THE BITTER THREE-YEAR FIGHT over a simple street name finally concluded last week with the installation of Portland's first César E. Chávez Blvd street sign along SE 39th.
The city's effort to rename a major Portland street after the famous activist and farm worker crumbled in controversy during 2007 after a push to rename Interstate Avenue spurred allegations of racism against opponents. The rename process kicked off for a second time last winter, this time with a professional consultant and eyes on 39th Avenue.
"Symbols are important and changing symbols is always controversial," Mayor Sam Adams told the large, mostly Latino crowd attending a ceremony held at Central Christian Church on Friday, January 29. The mayor thanked the "scrappy group of applicants" for their part in the rename, while paying tribute to the "honest opinions" of the most recent rename opposition group, Save 39th Avenue.
Just six months ago, Save 39th Avenue's members were questioning the immigration status of rename petitioners and investigating city street-renaming code. But on the day the long-debated new name actually unveiled, opposition leader and 39th Avenue neighbor William Schneider was on hand quoting Chávez.
"I fought fiercely to keep the street named the way it has been for 102 years. There was a lot of bitterness, but the healing has begun," Schneider told the crowd.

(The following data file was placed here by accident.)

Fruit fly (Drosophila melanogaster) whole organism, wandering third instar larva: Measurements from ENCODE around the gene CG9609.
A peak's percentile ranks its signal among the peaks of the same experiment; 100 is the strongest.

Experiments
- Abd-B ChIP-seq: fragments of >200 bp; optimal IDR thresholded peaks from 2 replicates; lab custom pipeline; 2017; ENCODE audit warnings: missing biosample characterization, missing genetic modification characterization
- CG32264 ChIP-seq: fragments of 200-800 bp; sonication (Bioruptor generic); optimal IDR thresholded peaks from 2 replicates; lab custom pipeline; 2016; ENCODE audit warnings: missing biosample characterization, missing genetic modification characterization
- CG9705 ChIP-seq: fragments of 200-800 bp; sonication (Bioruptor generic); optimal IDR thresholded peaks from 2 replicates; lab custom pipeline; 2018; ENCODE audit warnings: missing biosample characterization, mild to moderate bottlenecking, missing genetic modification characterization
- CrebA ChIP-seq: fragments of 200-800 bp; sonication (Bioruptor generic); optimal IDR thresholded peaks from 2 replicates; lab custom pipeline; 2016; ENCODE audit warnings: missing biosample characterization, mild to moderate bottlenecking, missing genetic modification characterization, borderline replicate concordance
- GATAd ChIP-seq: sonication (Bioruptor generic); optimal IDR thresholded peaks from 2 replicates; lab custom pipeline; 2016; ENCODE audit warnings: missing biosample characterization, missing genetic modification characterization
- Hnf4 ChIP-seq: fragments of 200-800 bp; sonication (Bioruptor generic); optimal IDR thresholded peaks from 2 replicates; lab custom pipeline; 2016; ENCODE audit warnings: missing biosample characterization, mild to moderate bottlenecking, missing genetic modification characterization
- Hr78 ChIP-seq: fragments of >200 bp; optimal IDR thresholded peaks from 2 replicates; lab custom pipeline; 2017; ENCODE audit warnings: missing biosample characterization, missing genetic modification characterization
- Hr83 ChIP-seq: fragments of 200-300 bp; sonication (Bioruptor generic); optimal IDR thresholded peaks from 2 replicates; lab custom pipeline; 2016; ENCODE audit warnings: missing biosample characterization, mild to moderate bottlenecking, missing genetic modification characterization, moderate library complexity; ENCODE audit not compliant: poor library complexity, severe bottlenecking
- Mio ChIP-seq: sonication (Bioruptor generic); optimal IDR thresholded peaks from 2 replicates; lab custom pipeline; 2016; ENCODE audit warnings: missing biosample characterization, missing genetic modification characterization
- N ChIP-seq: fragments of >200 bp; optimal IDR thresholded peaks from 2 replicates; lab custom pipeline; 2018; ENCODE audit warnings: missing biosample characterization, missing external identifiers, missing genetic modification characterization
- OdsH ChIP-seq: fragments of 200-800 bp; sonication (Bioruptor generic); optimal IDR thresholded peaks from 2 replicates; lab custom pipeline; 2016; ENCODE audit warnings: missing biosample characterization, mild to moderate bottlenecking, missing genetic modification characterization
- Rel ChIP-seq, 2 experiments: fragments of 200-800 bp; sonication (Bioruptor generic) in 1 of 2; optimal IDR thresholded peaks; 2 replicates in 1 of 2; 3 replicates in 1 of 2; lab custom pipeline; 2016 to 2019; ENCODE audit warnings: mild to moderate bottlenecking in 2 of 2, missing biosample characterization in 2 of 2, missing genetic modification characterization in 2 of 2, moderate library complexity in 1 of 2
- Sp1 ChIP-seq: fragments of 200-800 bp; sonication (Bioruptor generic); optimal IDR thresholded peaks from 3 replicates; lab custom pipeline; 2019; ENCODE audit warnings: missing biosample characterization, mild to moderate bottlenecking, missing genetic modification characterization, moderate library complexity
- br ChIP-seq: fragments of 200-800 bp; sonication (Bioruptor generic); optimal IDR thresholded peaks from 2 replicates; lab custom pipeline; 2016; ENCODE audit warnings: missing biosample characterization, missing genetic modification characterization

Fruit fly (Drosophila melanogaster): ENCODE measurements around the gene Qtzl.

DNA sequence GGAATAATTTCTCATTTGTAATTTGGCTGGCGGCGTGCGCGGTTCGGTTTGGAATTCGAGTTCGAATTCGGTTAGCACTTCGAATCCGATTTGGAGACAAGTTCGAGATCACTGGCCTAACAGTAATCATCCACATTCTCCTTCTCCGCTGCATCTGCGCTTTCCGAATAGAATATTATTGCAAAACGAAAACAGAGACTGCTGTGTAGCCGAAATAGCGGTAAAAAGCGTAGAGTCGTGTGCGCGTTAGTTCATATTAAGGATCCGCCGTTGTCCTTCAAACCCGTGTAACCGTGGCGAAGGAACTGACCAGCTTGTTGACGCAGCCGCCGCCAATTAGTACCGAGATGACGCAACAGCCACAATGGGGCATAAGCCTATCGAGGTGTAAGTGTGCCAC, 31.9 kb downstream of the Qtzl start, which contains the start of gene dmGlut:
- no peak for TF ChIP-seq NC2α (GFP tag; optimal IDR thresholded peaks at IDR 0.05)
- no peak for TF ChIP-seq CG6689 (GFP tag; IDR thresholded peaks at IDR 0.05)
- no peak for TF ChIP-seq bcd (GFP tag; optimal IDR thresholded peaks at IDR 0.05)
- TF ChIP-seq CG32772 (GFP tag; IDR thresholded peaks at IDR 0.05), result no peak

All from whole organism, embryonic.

After city council approved the name change last July, Schneider says members of the city and Latino community approached him.
"After a lot of prayer and a lot of discussions with a lot of good people, I've decided it's time to end the street fight on 39th Avenue," he said.
Lead pro-Chávez advocate Marta Guembes was equally dramatic. "It has been a very, very hard three years. Today is a day for celebration, but we have to recognize that we worked through a lot of racism and hardships," said Guembes, nearly coming to tears.
City Council allocated $150,000 for the rename process, including $35,000 for a consultant.
As the street transitions to the new name, the 39th Avenue and César E. Chávez Blvd signs will coexist peacefully for the next five years.